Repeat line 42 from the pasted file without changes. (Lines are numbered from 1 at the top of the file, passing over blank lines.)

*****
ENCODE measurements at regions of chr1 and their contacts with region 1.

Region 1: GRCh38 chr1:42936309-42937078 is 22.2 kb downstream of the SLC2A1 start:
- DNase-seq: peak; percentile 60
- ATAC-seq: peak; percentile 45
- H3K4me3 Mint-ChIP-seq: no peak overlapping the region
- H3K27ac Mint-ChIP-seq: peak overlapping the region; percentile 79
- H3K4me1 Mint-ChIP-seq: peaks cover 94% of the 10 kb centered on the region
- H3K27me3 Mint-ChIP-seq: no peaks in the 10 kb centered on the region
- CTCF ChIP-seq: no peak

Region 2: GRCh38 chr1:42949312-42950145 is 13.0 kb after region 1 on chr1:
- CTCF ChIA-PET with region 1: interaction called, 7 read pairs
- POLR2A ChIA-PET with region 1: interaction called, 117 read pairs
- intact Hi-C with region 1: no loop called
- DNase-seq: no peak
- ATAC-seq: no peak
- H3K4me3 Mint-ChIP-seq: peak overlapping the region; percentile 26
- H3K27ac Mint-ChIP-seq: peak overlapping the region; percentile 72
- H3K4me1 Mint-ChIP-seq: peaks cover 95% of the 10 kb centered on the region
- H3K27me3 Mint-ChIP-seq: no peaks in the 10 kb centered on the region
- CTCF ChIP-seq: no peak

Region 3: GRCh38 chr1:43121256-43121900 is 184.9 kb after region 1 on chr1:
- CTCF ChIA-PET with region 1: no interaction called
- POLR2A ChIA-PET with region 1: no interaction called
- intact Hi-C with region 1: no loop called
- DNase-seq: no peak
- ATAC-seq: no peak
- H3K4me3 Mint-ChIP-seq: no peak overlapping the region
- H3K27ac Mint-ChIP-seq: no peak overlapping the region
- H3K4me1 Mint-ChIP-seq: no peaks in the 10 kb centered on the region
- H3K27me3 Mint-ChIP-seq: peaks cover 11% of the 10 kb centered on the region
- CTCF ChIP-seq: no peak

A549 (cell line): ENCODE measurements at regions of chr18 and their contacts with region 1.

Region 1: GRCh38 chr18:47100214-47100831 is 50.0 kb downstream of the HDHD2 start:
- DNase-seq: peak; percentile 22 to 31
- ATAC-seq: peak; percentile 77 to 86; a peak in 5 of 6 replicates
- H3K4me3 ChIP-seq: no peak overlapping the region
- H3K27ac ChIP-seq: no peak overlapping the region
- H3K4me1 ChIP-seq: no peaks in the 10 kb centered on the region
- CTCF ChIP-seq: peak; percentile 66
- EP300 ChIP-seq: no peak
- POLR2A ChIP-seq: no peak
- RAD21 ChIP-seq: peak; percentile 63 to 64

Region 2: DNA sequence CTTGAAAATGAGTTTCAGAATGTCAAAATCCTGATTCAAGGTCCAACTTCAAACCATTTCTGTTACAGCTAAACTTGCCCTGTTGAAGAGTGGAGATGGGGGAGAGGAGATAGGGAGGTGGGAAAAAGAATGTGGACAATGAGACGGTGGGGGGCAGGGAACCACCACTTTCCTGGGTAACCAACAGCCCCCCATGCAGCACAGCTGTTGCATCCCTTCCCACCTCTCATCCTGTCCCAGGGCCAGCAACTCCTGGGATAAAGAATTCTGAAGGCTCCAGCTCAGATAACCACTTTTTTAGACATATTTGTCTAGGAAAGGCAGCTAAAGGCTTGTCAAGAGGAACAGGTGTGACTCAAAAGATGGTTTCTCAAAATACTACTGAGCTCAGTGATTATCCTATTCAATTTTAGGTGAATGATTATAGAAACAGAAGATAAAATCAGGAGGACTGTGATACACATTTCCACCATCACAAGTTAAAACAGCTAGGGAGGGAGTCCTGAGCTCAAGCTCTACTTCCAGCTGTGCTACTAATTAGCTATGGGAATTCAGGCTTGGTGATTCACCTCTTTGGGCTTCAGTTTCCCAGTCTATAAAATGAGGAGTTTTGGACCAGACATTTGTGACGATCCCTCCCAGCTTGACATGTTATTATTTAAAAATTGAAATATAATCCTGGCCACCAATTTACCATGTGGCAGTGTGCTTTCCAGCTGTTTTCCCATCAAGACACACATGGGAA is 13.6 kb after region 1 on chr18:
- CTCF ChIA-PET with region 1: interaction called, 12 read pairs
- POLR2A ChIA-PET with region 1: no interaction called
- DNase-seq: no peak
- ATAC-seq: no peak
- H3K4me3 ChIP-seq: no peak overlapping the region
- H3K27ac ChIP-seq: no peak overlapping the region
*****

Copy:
- RAD21 ChIP-seq: peak; percentile 63 to 64